2016 aid budget breakfast livestream

Aid budget breakfast 2016Last year saw the biggest cuts ever to the Australian aid program. This year more than $200 million is slated to be cut from the aid budget as part of the 2016-17 Federal Budget. Where will the axe fall? How will the government manage the growing pressures on the aid program, whether from global humanitarian crises, unfolding economic and political events in Papua New Guinea, or climate change? And will the government use the budget to show it is serious about transparency? How much information will be released?

Join us at the Development Policy Centre the morning after the 2016-17 budget is released for the fourth annual aid budget breakfast. For those who cannot make it to Canberra, we will be livestreaming the discussion on the web.

Speakers include:

  • Professor Stephen Howes, Director of the Development Policy Centre, and colleagues, who will discuss aid volumes, allocations and policies.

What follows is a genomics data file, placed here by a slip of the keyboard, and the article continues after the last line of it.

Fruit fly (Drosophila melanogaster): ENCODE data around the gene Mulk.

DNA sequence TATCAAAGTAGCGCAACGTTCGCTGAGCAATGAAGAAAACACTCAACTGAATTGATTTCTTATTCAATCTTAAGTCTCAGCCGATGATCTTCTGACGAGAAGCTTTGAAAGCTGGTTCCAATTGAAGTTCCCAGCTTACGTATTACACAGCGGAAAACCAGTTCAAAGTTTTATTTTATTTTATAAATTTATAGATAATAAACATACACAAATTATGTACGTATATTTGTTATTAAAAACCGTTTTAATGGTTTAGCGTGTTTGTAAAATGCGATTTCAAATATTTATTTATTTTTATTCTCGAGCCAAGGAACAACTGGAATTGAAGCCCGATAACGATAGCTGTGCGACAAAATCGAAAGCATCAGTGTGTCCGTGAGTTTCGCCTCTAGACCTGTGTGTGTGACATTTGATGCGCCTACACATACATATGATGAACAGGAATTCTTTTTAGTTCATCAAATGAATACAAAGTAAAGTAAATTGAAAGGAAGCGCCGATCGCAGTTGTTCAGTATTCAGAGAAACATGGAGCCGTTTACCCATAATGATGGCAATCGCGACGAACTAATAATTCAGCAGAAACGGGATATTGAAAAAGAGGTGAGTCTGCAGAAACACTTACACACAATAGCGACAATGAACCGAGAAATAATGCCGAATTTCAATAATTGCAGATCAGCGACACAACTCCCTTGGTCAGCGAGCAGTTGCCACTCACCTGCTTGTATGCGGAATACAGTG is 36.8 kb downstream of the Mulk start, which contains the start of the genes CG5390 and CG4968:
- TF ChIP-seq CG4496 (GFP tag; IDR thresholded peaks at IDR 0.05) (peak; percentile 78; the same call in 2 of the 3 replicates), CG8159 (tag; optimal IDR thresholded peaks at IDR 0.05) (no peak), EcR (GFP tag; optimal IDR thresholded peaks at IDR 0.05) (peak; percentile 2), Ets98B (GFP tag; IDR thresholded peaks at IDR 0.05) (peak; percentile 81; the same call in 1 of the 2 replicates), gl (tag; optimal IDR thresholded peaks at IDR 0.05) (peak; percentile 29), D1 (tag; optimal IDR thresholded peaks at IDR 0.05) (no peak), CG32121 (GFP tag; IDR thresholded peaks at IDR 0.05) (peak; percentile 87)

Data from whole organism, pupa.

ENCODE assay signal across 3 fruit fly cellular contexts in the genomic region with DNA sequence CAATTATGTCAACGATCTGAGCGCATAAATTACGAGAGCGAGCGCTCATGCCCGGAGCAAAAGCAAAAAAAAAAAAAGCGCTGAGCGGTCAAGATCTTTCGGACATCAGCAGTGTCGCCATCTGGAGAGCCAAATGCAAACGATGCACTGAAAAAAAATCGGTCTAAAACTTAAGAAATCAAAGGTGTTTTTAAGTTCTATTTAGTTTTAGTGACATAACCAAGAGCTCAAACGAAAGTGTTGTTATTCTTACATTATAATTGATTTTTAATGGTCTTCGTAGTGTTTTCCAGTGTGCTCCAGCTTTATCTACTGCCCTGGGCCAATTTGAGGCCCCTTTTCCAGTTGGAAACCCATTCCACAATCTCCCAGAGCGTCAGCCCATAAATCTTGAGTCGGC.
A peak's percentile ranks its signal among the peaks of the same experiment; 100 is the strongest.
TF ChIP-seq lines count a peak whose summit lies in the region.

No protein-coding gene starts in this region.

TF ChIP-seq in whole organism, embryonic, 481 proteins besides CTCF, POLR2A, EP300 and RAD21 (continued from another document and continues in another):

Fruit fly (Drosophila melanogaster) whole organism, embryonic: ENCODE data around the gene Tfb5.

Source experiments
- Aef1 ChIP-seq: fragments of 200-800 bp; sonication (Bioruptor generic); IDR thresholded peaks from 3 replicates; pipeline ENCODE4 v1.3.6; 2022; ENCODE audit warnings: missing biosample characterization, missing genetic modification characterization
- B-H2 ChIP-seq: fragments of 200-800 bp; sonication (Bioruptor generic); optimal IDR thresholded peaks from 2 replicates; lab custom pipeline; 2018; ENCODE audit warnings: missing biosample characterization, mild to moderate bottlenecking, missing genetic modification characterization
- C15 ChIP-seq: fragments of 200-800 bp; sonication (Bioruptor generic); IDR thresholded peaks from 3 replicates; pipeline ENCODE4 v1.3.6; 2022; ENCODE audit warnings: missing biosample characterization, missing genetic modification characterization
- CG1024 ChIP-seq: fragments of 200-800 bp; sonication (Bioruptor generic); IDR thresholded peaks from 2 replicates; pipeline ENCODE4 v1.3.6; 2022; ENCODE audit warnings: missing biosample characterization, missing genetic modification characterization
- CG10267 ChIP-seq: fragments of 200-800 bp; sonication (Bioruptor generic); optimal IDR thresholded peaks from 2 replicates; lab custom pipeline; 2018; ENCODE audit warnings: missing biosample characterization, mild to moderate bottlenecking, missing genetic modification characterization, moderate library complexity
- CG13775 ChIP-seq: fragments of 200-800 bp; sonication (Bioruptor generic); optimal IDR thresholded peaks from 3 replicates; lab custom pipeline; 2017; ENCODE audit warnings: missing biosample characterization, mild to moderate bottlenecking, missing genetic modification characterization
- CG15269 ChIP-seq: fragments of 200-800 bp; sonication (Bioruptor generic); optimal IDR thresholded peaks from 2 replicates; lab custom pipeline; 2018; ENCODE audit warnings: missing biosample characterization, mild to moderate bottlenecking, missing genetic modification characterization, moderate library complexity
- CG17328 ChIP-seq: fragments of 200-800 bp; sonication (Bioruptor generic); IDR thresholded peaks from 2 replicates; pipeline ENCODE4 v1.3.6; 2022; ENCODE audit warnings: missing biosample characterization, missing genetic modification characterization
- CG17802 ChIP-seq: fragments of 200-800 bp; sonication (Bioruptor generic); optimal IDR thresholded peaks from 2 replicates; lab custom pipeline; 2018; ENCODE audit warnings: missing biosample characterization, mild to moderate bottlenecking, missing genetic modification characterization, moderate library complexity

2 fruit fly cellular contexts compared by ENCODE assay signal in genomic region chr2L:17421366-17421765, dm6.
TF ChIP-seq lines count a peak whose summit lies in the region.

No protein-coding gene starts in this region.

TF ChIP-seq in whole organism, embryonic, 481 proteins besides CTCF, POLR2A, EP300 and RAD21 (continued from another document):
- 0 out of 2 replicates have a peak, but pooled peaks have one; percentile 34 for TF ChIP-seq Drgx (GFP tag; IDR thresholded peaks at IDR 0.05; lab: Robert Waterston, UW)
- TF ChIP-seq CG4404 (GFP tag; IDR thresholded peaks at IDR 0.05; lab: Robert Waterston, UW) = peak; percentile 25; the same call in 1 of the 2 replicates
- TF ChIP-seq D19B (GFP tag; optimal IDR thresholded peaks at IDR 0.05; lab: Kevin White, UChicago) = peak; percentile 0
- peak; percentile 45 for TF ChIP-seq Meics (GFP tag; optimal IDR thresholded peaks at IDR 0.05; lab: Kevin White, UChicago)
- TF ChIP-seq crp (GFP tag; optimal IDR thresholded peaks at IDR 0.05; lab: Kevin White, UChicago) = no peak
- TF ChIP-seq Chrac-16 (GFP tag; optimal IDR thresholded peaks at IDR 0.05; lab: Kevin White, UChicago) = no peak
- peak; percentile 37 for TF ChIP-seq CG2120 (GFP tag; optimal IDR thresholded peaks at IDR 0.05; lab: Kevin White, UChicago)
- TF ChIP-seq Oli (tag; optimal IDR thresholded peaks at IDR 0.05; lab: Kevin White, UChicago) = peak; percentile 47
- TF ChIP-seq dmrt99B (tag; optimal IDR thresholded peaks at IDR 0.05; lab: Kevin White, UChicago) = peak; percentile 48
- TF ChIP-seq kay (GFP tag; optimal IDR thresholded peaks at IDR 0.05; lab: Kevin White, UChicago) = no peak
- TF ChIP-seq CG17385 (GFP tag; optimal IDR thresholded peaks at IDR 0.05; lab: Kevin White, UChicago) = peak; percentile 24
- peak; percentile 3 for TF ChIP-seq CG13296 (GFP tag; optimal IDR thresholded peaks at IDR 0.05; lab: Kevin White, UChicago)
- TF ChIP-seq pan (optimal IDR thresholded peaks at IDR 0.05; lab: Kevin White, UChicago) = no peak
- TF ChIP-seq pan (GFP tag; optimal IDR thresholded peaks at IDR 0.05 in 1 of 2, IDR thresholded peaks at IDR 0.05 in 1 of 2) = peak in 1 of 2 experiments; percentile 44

• Dr Anthony Swan, Research Fellow at the Development Policy Centre, who will analyse the macro and fiscal context of the budget.
  • Ms Jacqui De Lacy, General Manager for Global Strategy at Abt JTA, who will provide commentary on what the budget may mean for contractors, NGOs, and other members of the Australian development community.

The event and livestream begin at 9am AEST, Wednesday 4 May.

Access the livestream here

If you are planning to attend in person, please register here – this is always one of our most popular events of the year and seats are limited.

We will also be updating the Australian Aid Tracker with updated budget information as soon as it becomes available — be sure to check it out to learn more about Australian aid volumes, allocations and trends.

image_pdfDownload PDF

Camilla Burkot

Camilla Burkot was a Research Officer at the Development Policy Centre, and Editor of the Devpolicy Blog, from 2015 to 2017. She has a background in social anthropology and holds a Master of Public Health from Columbia University, and has field experience in Eastern and Southern Africa, and PNG. She now works for the Burnet Institute.

Leave a Comment